I've decided to join the recent trend of mining cryptocoins with GPUs. First, I got a GPU (an EVGA 1070) to complement my 970 and stuck it in my desktop. This is nowhere near profitable because I'd have to block an I7 machine to mine on 2 cards, and also get annoyed because I can't use it. also, rather than my previous attempt few years back using a couple of cards stuck in a desktop PC and having all family complaining of the noise, I've decided to build a proper rig and have them complain even more! :)
Now, when looking at dedicated rigs, I'd needed something which can support 8 cards (or more?). Unfortunately, the running price for the metal frame is about 250Eur. It looks nice TBH, but I'd rather spend it on a GPU :). Enter DIY.
- 8 L-shaped metal rods 1 meter long, 1.5mm thick, with 1cm each side (4eur/piece)
- 1 square-shaped rod, 1 meter long, 1mm thick, 1.5cm square side (9eur/piece)
- many M3 screws (15mm long are OK) (5eur)
- a Plexiglas sheet (150x100x0.5 cm) (about 15 eur, but I had it lying around). Otherwise, it's probably better to go for an alu piece.
- M2.5 standoffs (2eur)
Total: approx 65 Eur
- a drilling machine
- filing tools
- a Dremmel
- hot glue gun
- ATX motherboard 1:1 printed on an A3 (optional)
The rig frame shape
I've seen some rigs with complex shapes for the GPU section (likely to save on cost), but I chose to build a parallelipipedic (rectangular bar) variant. This also allowed me to use L-shaped profiles for aluminium bars too.
Designing the base frame
The base frame needs to hold the PSU(s) and the motherboard. Eventually, it might need to also hold a PCI-E 3-4 riser.
I've seen quite a lot of pics where the mobo was placed flat on the ground/base. Initially, I wanted to create an aluminium flat base for everything, but I had the plexi sheet lying around and I figured I could at least get my motherboard on it. So I:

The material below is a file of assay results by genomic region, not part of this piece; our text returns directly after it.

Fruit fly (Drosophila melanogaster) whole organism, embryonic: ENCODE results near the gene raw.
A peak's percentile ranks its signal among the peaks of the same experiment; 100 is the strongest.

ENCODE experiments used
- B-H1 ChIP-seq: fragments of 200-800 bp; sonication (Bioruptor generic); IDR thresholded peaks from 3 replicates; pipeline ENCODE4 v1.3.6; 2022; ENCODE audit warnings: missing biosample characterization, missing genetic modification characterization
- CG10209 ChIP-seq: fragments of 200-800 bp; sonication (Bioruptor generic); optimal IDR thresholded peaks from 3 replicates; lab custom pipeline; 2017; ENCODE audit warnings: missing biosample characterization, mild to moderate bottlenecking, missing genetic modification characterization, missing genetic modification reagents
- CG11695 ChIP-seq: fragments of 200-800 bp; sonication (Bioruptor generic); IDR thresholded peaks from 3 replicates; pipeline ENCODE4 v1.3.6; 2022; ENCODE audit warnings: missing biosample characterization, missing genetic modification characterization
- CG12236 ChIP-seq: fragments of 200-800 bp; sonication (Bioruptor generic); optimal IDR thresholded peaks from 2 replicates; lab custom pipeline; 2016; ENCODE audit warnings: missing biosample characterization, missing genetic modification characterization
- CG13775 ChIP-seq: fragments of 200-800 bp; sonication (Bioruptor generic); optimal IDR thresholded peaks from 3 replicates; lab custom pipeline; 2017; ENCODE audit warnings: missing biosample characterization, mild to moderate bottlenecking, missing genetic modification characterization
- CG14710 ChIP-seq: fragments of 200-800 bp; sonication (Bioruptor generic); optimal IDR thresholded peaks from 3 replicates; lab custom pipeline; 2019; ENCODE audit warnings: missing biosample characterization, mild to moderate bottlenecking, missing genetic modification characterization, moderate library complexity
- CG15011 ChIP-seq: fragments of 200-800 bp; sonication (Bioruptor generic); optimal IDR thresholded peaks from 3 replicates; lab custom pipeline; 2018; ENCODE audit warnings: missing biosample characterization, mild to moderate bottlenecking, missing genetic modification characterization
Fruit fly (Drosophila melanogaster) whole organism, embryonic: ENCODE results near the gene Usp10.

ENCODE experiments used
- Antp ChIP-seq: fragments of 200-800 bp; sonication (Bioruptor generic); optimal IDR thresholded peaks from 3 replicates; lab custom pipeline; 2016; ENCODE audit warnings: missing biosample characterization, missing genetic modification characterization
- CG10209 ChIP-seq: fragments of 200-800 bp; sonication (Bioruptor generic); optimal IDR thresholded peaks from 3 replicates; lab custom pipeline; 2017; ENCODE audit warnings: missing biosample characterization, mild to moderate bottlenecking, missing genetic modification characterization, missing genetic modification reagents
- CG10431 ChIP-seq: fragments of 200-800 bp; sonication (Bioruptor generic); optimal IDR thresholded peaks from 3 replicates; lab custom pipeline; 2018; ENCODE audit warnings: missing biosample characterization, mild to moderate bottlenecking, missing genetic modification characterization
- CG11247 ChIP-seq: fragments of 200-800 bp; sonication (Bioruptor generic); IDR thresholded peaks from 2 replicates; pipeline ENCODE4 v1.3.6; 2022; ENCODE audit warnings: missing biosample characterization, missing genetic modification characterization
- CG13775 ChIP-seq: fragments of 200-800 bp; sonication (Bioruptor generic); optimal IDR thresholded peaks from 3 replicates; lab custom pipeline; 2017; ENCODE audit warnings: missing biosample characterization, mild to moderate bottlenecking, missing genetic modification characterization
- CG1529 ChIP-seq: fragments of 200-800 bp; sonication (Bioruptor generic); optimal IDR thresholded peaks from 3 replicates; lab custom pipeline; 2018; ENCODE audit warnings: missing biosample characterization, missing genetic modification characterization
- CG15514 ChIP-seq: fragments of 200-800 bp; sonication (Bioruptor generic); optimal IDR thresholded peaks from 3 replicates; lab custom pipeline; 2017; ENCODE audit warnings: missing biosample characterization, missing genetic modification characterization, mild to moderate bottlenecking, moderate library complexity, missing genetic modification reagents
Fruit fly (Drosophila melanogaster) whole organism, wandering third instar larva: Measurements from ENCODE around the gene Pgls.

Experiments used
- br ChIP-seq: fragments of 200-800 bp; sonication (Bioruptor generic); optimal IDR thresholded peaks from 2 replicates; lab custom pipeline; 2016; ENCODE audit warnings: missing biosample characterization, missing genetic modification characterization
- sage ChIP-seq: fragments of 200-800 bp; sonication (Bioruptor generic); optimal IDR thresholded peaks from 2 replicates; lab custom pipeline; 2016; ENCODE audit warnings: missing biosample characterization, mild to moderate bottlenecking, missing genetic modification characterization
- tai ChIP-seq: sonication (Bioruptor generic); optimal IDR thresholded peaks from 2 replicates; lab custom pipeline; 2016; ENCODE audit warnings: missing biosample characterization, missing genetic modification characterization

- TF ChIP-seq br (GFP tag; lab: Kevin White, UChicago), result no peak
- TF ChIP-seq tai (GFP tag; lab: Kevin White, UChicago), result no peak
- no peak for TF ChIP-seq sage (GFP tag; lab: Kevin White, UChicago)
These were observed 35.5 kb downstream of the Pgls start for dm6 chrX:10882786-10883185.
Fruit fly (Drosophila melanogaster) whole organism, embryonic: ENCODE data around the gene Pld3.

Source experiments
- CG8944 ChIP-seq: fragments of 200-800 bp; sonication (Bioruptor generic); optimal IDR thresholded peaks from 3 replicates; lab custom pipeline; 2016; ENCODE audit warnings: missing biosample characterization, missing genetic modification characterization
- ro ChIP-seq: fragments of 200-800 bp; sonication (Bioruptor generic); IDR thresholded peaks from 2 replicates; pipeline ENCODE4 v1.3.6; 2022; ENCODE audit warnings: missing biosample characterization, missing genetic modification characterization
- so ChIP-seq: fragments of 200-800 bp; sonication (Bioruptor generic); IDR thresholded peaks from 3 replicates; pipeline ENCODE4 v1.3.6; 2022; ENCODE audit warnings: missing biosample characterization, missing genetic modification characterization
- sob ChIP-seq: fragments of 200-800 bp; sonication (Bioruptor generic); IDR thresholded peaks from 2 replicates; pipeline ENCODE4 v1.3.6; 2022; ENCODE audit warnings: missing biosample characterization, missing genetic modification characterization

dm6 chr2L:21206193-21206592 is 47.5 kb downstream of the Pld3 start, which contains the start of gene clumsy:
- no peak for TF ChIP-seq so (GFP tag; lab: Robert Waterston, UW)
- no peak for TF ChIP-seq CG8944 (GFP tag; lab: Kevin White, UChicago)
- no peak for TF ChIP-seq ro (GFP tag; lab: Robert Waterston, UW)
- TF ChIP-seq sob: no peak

- cut a piece a bit larger than the motherboard,
- marked the holes for ATX screws using the print (frankly, I used the mobo itself because I could not find the print ATM)
- fixed the standoffs
The finished sheet looks like this:
I've taken this approach to make the rig more transportable. Unfortunately, there are consequences:
- I'd need some sort of railings on the base frame to hold this in place.
- I could not use the same approach for the PSU. I'll have to procure some aluminium sheets.
The frame looks like this (sorry, no interim pic):
You could probably see I used the hot glue to fix the plexiglass sheet and there's also some padding because I've tried initially to put the motherboard directly on the rails. I figured afterwards the motherboard is too flexible for my comfort and I build the plexiglass plate
A note for the future is: Hot glue is not ideal because now I'll have difficulties to remove the rods.
- 2m rods are cheaper but more difficult to transport.
- In retrospect, I'd now use square-shaped rods for the frame with plastic joints because it's more elegant than having 20+ screws holding the thing together.